The first terrorist of the Bataclan concert hall in Paris was a young man named Emile Henry: On June 22, 1893, he planned to lay an explosive device filled with nails and screws at the venue, then referred to as Ba-ta-clan, after an operetta by Jacques Offenbach. No musical performance was taking place that day at the Ba-ta-clan, but rather a ceremony at which prizes were awarded to outstanding students from the La Libre Pensée boarding school – the first secular school in France.
Emile Henry’s plot was not realized. He did, however, plan seven other acts of terror and managed to execute two of them: A bomb he laid in the Rue des Bon-Enfants killed six people, and on February 12, 1894, he detonated a steel pot filled with dynamite and nails in the Café Terminus on Rue Saint-Lazare. The pot itself came to rest in the café’s crystal chandelier, undoubtedly saving all but one patron there from certain death, though 20 were wounded, including a plainclothes policeman who pursued Henry and arrested him with the help of passersby near the Galeries Lafayette department store.
Under interrogation, Henry stated that he wished to avenge the execution of anarchist movement leader François Claudius Koenigstein, aka Ravachol, a Dutch immigrant of German descent who had been responsible for a series of murderous terrorist attacks in Paris prior to his arrest in 1892.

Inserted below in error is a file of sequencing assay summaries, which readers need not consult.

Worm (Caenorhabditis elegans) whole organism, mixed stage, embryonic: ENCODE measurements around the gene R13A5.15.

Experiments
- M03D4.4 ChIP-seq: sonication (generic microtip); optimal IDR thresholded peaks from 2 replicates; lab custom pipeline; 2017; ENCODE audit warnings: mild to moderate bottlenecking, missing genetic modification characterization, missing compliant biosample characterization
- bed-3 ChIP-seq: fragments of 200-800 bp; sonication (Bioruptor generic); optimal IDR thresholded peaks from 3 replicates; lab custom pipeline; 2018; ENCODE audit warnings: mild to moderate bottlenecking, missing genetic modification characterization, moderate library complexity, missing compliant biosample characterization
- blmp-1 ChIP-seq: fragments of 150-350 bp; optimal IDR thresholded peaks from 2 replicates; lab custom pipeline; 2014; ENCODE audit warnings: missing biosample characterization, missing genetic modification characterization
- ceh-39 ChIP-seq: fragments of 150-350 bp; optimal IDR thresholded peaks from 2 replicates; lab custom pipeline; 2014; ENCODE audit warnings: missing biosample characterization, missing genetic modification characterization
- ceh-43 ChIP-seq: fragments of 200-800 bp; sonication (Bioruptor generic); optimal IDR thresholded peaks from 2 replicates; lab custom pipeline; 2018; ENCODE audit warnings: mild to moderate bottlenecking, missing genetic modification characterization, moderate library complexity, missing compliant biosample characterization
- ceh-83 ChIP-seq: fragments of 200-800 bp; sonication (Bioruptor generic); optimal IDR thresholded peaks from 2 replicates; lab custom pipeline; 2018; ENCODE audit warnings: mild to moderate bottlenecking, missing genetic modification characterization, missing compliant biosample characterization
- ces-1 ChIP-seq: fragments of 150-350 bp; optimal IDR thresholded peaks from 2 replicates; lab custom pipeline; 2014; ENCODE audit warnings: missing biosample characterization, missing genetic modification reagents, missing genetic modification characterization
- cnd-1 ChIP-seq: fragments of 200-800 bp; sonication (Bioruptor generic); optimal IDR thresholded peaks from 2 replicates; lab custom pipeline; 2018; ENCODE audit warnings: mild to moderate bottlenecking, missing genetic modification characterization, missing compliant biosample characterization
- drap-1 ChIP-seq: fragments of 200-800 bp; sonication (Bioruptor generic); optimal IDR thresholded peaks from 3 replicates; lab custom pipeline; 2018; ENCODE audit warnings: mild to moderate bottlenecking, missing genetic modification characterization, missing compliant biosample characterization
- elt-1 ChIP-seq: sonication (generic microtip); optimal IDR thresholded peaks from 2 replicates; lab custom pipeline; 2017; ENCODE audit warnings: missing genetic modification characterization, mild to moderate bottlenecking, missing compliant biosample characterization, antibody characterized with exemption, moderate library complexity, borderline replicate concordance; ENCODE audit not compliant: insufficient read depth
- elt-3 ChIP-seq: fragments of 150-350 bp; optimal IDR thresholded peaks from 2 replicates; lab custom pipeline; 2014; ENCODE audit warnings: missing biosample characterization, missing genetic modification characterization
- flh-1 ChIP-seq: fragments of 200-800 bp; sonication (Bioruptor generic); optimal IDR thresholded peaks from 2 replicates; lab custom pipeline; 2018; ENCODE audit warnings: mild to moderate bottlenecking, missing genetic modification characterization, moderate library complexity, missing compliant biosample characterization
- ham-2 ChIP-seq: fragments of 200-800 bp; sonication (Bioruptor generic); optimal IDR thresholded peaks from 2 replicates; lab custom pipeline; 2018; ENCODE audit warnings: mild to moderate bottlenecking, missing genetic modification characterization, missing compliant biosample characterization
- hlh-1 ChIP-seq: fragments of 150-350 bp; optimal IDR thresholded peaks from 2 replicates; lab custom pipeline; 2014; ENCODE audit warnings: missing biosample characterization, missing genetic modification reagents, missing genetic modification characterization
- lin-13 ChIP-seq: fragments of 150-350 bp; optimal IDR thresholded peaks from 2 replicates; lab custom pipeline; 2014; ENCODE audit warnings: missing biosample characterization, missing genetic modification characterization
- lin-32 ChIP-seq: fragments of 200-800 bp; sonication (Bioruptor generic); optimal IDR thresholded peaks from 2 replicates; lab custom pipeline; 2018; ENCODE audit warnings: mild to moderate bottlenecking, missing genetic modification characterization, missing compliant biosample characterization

Henry was not alone in seeking revenge on France for its war on anarchism. In December 1893, a petty criminal named Auguste Vaillant entered the French National Assembly and threw a bomb from the press gallery that injured 60 legislators. Six months later, an Italian migrant named Sante Caserio stabbed to death the then-president of the French Republic, Marie Francois Sadi Carnot.
Hundreds of articles appeared in the press at the time addressing the difficulty of preventing acts of terror committed by lone wolves, and calling for the closing of the country’s borders, expulsion of migrants and dealing with the “crisis of values” that had ostensibly led to the birth of the new terror movement. The evident confusion of the writers is understandable, given the vagueness of the terrorists’ motives: Henry claimed he wanted “to strike at the bourgeoisie wherever they are”; Ravachol sought to “promote those values of anarchism that are suited to a just worldview”; and Caserio aspired “to battle the terrible social injustice that is caused by murderous governments.”
French high-school history teachers routinely explain that the wave of anarchist terrorist attacks in the late 19th century “disappeared as quickly as it started,” along the same lines as a French fashion trend that comes and goes, be it ponytails, miniskirts and pencil-thin mustaches. But this is only partially true.
Between December 1893 and July 1894, the National Assembly passed a series of draconian laws, at the government’s instigation, that gave a free hand to the security agencies to act without legal restrictions in the young French democracy. Leon Blum, at the time a lawyer, and later prime minister, labeled them “villainous laws,” but the opposition was unable to drum up public support against them.